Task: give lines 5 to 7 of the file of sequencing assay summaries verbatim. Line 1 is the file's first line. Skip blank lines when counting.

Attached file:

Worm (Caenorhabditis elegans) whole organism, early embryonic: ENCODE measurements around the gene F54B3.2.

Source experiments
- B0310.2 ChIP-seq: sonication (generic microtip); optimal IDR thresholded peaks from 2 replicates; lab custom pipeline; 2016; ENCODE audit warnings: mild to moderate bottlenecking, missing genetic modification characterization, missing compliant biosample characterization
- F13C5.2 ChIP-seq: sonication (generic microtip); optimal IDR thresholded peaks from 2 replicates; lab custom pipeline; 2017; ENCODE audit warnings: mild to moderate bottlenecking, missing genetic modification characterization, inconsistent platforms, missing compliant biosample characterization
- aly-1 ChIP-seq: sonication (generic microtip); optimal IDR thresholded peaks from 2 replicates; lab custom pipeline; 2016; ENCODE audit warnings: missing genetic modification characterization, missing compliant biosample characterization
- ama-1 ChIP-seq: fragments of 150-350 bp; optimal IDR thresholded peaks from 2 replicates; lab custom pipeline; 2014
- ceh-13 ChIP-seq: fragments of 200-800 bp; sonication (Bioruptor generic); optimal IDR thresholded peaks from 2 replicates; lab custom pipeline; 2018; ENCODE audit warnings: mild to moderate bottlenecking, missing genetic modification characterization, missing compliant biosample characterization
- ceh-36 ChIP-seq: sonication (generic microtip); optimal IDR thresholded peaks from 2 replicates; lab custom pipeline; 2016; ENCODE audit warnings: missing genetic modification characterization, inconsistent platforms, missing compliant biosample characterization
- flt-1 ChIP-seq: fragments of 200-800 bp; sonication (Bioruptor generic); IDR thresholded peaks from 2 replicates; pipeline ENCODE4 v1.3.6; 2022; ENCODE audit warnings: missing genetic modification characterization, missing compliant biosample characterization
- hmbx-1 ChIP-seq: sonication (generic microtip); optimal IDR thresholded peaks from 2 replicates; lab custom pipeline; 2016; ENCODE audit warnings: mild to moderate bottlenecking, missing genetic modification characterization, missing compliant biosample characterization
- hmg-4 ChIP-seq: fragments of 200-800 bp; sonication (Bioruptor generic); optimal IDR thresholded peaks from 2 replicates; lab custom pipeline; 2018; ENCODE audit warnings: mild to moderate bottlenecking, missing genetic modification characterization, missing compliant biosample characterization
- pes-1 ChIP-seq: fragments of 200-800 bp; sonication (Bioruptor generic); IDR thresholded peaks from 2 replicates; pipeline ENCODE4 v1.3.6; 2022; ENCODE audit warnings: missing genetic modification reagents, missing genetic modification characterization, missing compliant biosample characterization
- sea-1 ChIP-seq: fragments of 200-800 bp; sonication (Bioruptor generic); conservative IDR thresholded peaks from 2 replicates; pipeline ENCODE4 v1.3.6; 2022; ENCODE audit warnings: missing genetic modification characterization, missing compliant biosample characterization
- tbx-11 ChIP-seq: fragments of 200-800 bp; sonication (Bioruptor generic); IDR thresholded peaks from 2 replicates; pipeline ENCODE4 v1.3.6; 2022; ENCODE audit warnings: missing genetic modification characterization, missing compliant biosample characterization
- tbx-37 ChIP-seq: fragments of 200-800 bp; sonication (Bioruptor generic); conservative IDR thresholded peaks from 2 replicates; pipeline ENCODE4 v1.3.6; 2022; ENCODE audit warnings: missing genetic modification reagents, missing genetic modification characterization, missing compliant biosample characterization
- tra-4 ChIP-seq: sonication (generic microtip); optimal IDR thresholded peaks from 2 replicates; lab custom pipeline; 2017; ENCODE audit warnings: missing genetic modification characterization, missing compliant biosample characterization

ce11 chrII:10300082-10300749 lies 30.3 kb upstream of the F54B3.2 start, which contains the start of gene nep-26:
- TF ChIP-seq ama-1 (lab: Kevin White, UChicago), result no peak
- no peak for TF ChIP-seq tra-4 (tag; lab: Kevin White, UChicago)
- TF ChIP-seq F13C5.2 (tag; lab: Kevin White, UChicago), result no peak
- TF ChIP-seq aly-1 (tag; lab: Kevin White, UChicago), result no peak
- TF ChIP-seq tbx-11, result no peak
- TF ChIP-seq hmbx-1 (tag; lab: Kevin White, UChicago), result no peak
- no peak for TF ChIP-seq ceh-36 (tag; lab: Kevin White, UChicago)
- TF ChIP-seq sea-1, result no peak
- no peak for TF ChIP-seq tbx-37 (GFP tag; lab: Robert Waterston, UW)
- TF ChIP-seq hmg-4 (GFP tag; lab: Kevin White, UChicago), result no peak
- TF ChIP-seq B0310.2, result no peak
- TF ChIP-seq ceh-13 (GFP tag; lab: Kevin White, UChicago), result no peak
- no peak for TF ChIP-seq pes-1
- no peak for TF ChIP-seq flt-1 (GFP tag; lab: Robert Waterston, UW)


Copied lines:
- aly-1 ChIP-seq: sonication (generic microtip); optimal IDR thresholded peaks from 2 replicates; lab custom pipeline; 2016; ENCODE audit warnings: missing genetic modification characterization, missing compliant biosample characterization
- ama-1 ChIP-seq: fragments of 150-350 bp; optimal IDR thresholded peaks from 2 replicates; lab custom pipeline; 2014
- ceh-13 ChIP-seq: fragments of 200-800 bp; sonication (Bioruptor generic); optimal IDR thresholded peaks from 2 replicates; lab custom pipeline; 2018; ENCODE audit warnings: mild to moderate bottlenecking, missing genetic modification characterization, missing compliant biosample characterization